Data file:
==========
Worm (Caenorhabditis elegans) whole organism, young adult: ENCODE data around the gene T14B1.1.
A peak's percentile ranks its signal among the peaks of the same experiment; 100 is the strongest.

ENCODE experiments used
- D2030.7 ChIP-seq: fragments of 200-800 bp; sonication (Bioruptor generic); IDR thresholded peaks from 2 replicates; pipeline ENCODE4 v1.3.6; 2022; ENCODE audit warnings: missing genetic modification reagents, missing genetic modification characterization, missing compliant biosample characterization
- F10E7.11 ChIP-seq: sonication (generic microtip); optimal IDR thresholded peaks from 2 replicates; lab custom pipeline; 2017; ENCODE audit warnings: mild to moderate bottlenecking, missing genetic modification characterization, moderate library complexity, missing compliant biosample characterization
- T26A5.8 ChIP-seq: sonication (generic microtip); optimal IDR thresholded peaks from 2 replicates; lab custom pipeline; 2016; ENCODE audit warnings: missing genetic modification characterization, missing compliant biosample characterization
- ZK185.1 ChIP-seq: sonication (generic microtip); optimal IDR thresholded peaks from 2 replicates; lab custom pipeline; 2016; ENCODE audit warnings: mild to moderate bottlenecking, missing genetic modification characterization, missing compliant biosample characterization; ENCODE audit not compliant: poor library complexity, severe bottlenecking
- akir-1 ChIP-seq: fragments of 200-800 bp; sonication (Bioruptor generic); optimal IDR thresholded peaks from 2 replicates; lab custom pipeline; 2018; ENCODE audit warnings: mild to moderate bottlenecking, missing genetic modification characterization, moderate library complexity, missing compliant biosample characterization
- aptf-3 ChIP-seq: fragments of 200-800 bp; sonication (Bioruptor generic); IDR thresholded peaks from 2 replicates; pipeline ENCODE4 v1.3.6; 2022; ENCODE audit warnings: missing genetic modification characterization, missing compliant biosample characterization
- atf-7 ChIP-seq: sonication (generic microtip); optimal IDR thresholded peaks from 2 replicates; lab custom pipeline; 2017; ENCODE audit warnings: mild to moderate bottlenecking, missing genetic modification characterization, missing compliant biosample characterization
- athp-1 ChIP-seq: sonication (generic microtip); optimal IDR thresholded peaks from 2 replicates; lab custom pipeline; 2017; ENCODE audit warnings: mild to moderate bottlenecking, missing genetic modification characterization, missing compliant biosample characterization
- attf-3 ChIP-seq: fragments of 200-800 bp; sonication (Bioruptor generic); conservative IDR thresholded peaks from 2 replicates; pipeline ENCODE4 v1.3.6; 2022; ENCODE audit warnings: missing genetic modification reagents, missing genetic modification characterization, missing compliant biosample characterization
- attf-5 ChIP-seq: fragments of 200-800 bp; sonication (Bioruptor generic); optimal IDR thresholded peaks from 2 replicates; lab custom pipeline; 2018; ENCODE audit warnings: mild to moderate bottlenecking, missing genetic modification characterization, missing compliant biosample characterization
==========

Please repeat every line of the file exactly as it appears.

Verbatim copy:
Worm (Caenorhabditis elegans) whole organism, young adult: ENCODE data around the gene T14B1.1.
A peak's percentile ranks its signal among the peaks of the same experiment; 100 is the strongest.

ENCODE experiments used
- D2030.7 ChIP-seq: fragments of 200-800 bp; sonication (Bioruptor generic); IDR thresholded peaks from 2 replicates; pipeline ENCODE4 v1.3.6; 2022; ENCODE audit warnings: missing genetic modification reagents, missing genetic modification characterization, missing compliant biosample characterization
- F10E7.11 ChIP-seq: sonication (generic microtip); optimal IDR thresholded peaks from 2 replicates; lab custom pipeline; 2017; ENCODE audit warnings: mild to moderate bottlenecking, missing genetic modification characterization, moderate library complexity, missing compliant biosample characterization
- T26A5.8 ChIP-seq: sonication (generic microtip); optimal IDR thresholded peaks from 2 replicates; lab custom pipeline; 2016; ENCODE audit warnings: missing genetic modification characterization, missing compliant biosample characterization
- ZK185.1 ChIP-seq: sonication (generic microtip); optimal IDR thresholded peaks from 2 replicates; lab custom pipeline; 2016; ENCODE audit warnings: mild to moderate bottlenecking, missing genetic modification characterization, missing compliant biosample characterization; ENCODE audit not compliant: poor library complexity, severe bottlenecking
- akir-1 ChIP-seq: fragments of 200-800 bp; sonication (Bioruptor generic); optimal IDR thresholded peaks from 2 replicates; lab custom pipeline; 2018; ENCODE audit warnings: mild to moderate bottlenecking, missing genetic modification characterization, moderate library complexity, missing compliant biosample characterization
- aptf-3 ChIP-seq: fragments of 200-800 bp; sonication (Bioruptor generic); IDR thresholded peaks from 2 replicates; pipeline ENCODE4 v1.3.6; 2022; ENCODE audit warnings: missing genetic modification characterization, missing compliant biosample characterization
- atf-7 ChIP-seq: sonication (generic microtip); optimal IDR thresholded peaks from 2 replicates; lab custom pipeline; 2017; ENCODE audit warnings: mild to moderate bottlenecking, missing genetic modification characterization, missing compliant biosample characterization
- athp-1 ChIP-seq: sonication (generic microtip); optimal IDR thresholded peaks from 2 replicates; lab custom pipeline; 2017; ENCODE audit warnings: mild to moderate bottlenecking, missing genetic modification characterization, missing compliant biosample characterization
- attf-3 ChIP-seq: fragments of 200-800 bp; sonication (Bioruptor generic); conservative IDR thresholded peaks from 2 replicates; pipeline ENCODE4 v1.3.6; 2022; ENCODE audit warnings: missing genetic modification reagents, missing genetic modification characterization, missing compliant biosample characterization
- attf-5 ChIP-seq: fragments of 200-800 bp; sonication (Bioruptor generic); optimal IDR thresholded peaks from 2 replicates; lab custom pipeline; 2018; ENCODE audit warnings: mild to moderate bottlenecking, missing genetic modification characterization, missing compliant biosample characterization